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Lago Agrio: Judge Kaplan Denies Chevron’s Motion to Bifurcate

On September 8, Chevron purported to waive all claims for money damages against the Lago Agrio Plaintiffs in the impending New York trial. Chevron said it intended to seek only equitable relief from the LAPs. If you’re not an American lawyer, you may wonder why Chevron would do this. The answer is that under the Seventh Amendment to the US Constitution, there is a right to a jury trial in civil cases—but only “in suits at common law.” But historically there was no jury trial in equity, and the distinction between law and equity persists for constitutional purposes even after the merger of law and equity with the adoption of the Federal Rules of Civil Procedure. So in short, Chevron’s attempt to withdraw its claims at law against the LAPs is an attempt to have Judge Kaplan rather than a jury decide the facts of the claims against the LAPs. Under FRCP 39(b), “[i]ssues on which a jury trial is not properly demanded are to be tried by the court,” though under FRCP 39(c)(1), the court may try such issues with an advisory jury.

Now, you might think that the reason Chevron wanted to do this was to have the case decided by Judge Kaplan and to get written findings of fact from him (as FRCP 52(a)(1) requires in cases tried to the court). But note that Chevron has not sought to drop its claims for money damages against Donziger. Later on September 8, Chevron made a motion under FRCP 42(b) for bifurcation of the trial. Chevron wanted to try the question of Donziger’s liability first, then (assuming he is found liable) the question of damages against Donziger, and only then—and only “to the extent the Court deems necessary based on the outcome of the jury proceedings”—the equitable claims against the LAPs. The issues of Donziger’s liability and damages would be tried to the jury; the issues of the LAPs liability and the equitable remedies to be applied would be tried to Judge Kaplan.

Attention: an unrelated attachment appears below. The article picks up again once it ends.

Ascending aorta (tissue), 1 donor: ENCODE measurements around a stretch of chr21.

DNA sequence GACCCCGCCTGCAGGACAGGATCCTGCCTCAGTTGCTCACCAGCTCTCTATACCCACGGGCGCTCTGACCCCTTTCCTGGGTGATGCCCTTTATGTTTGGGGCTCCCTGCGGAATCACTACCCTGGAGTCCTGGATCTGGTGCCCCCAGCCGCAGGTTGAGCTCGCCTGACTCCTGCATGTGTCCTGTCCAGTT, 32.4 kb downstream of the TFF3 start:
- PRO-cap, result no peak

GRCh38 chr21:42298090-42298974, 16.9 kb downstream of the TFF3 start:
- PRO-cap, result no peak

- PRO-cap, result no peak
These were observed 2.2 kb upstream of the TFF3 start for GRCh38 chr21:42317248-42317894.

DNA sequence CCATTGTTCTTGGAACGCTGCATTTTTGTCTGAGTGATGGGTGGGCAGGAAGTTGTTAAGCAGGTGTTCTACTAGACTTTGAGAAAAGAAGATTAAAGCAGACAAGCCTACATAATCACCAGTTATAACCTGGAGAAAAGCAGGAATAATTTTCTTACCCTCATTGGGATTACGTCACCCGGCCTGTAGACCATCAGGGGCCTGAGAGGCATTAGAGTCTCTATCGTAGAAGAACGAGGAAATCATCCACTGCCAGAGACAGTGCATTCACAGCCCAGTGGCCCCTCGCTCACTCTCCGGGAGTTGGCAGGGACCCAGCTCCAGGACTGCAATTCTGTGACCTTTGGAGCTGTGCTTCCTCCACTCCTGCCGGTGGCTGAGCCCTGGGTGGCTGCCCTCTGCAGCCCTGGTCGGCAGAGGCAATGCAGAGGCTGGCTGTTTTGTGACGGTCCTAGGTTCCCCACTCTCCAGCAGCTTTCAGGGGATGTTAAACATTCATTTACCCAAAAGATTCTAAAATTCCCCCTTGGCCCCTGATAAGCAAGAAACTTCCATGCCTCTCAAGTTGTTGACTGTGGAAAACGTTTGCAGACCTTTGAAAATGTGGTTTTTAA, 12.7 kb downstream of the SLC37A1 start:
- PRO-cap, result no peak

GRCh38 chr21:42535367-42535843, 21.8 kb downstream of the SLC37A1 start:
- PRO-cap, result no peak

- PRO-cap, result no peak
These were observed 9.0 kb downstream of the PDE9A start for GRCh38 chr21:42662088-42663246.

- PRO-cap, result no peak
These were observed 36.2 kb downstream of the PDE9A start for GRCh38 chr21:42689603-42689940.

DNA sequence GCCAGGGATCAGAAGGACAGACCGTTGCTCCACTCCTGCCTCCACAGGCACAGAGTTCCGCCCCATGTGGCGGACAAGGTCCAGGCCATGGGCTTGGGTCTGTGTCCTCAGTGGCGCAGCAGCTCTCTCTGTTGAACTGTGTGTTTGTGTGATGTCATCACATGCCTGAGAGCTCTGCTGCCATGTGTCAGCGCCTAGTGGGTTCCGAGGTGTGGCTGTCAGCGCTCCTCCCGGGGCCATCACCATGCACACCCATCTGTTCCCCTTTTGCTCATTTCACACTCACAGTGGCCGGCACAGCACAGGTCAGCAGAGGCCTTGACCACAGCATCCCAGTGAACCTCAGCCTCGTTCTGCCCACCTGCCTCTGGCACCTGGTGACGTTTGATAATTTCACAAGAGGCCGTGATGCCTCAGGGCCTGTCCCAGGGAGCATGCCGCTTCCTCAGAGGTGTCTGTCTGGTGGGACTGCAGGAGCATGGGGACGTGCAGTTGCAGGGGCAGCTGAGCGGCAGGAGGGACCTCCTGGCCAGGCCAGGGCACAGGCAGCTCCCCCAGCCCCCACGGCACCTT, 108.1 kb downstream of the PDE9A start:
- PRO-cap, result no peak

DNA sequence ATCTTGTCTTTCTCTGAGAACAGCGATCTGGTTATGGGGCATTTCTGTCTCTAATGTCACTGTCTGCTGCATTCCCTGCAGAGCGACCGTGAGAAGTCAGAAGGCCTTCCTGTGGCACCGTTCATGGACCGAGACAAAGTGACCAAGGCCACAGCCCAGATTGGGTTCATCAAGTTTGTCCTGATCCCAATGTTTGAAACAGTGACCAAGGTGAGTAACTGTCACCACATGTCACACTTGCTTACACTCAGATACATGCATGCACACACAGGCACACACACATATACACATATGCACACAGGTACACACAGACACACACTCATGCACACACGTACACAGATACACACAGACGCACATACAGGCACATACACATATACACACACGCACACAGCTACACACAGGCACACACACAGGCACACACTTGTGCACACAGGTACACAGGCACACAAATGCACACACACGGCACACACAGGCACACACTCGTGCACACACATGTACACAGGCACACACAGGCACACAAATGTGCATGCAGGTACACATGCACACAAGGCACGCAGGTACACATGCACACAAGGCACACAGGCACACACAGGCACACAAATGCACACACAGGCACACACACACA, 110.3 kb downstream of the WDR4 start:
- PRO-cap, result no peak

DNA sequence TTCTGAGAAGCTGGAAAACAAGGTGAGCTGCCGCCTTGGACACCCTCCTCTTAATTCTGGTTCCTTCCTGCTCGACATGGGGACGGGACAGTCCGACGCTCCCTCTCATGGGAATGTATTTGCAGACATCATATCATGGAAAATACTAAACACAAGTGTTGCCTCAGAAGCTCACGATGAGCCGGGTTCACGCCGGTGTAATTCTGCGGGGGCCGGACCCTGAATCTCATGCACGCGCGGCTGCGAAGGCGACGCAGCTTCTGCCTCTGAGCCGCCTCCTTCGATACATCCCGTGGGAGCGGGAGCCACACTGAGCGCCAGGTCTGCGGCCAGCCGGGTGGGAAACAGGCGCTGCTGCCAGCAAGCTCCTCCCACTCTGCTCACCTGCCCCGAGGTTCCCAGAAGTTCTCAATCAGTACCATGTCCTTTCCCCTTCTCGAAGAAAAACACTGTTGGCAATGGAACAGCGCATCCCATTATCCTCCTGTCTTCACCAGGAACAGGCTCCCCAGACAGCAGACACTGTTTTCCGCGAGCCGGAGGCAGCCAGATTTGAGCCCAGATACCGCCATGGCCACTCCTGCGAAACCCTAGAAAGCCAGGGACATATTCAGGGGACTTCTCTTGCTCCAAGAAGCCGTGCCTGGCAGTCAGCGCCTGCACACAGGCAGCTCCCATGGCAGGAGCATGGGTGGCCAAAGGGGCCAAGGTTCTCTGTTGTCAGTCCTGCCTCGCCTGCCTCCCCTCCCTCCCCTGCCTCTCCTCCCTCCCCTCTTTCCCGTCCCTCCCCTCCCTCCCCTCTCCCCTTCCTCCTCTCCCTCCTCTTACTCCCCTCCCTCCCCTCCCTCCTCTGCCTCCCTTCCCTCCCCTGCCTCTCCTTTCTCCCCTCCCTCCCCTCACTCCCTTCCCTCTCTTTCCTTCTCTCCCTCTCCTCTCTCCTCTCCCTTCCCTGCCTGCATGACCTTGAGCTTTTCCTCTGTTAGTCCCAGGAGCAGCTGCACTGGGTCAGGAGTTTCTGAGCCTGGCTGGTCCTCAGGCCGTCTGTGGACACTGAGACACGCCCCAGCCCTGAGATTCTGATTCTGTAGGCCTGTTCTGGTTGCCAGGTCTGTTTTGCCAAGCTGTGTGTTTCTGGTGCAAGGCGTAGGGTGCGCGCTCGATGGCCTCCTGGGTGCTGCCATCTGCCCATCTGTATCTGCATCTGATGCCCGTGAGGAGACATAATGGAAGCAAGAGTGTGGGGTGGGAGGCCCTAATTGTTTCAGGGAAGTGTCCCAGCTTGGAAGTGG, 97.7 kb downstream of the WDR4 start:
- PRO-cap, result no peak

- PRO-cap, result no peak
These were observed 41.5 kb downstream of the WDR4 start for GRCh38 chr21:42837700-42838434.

The reason for Chevron’s complicated proposal was apparently to prevent the LAPs from arguing their equitable defenses, in particular the defense of unclean hands, to the jury. The gist of this defense is a claim that even if Donziger acted corruptly in Ecuador, so did Chevron, and “he who comes into equity must come with clean hands.” In other words, if Chevron acted inequitably it is not entitled to equitable relief. The reasons why Chevron would prefer the jury not to hear evidence on this issue should be obvious.

Judge Kaplan denied Chevron’s motion to bifurcate the trial of Donziger’s liability from the trial of the LAPs’ liability without waiting for a response from the defendants. He had essentially no interest in trying the liability case twice, nor did he want to interject into the case the possibility that the a jury verdict on liability as to Donziger might have issue-preclusive effects as to the LAPs one way or the other.

A footnote: I noted that Chevron has not dropped its jury claims against Donziger. But in its brief, it says that it will make a decision whether or not to drop the jury claims by the end of this month. The defendants are clearly frustrated by this uncertainty, and it may be that Judge Kaplan will require Chevron to make its intentions clear sooner rather than later.